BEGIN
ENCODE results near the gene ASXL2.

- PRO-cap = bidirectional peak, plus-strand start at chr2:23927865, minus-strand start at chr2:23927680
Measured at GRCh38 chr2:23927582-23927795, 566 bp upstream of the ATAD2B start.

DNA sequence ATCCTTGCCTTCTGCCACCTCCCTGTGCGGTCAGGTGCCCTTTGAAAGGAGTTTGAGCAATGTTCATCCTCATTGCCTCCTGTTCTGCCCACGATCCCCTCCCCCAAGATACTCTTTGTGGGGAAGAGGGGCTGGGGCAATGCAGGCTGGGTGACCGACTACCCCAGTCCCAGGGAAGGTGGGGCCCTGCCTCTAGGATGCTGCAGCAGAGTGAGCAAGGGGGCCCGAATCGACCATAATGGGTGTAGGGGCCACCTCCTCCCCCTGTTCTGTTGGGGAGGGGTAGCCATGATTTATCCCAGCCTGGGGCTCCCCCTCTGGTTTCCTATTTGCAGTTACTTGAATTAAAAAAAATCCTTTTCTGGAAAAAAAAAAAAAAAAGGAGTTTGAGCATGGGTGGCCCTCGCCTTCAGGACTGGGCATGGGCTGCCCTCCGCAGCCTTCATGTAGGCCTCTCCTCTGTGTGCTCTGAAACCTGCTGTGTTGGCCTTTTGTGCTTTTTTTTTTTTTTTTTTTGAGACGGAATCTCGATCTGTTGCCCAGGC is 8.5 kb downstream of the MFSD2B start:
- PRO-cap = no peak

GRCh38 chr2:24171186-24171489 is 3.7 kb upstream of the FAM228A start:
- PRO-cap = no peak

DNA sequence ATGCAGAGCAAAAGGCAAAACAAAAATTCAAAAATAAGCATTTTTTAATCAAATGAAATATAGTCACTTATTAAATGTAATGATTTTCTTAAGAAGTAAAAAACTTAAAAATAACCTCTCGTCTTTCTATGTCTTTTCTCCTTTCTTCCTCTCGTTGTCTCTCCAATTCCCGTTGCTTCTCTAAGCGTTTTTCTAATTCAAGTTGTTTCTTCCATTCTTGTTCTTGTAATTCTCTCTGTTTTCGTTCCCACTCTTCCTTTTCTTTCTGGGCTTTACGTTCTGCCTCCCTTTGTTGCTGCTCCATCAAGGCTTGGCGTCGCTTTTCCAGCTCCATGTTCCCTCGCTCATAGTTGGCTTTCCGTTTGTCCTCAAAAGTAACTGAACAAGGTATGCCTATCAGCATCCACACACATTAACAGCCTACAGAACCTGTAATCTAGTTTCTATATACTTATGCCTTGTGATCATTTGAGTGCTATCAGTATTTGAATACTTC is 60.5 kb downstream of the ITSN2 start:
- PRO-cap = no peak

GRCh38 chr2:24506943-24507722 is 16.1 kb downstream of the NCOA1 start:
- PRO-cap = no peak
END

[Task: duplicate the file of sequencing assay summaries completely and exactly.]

ENCODE results near the gene ASXL2.

- PRO-cap = bidirectional peak, plus-strand start at chr2:23927865, minus-strand start at chr2:23927680
Measured at GRCh38 chr2:23927582-23927795, 566 bp upstream of the ATAD2B start.

DNA sequence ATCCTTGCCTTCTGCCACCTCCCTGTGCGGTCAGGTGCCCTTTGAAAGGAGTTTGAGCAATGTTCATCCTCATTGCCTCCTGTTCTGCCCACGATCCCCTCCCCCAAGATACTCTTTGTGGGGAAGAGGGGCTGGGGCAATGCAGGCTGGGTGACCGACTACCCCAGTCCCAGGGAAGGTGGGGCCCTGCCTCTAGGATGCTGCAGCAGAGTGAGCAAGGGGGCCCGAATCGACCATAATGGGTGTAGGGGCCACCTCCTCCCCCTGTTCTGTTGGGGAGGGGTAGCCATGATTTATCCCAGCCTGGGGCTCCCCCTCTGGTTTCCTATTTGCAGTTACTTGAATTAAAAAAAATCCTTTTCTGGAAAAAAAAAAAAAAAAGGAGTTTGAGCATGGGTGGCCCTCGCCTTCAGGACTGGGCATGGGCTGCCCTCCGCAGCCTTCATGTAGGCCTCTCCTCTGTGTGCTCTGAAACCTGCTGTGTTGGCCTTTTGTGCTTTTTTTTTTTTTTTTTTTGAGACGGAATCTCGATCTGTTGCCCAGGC is 8.5 kb downstream of the MFSD2B start:
- PRO-cap = no peak

GRCh38 chr2:24171186-24171489 is 3.7 kb upstream of the FAM228A start:
- PRO-cap = no peak

DNA sequence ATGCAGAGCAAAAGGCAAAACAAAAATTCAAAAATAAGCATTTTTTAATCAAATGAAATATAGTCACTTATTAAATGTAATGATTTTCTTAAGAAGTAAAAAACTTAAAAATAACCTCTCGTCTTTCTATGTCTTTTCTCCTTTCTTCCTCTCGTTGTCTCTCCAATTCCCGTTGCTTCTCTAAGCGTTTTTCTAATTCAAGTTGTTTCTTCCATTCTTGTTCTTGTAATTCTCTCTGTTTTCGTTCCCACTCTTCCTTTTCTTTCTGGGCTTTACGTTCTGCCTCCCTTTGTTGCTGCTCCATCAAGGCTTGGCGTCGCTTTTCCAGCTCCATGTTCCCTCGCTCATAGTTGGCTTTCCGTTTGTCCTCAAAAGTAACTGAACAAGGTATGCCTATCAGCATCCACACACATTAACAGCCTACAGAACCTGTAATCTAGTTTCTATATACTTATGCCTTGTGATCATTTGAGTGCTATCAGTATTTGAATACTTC is 60.5 kb downstream of the ITSN2 start:
- PRO-cap = no peak

GRCh38 chr2:24506943-24507722 is 16.1 kb downstream of the NCOA1 start:
- PRO-cap = no peak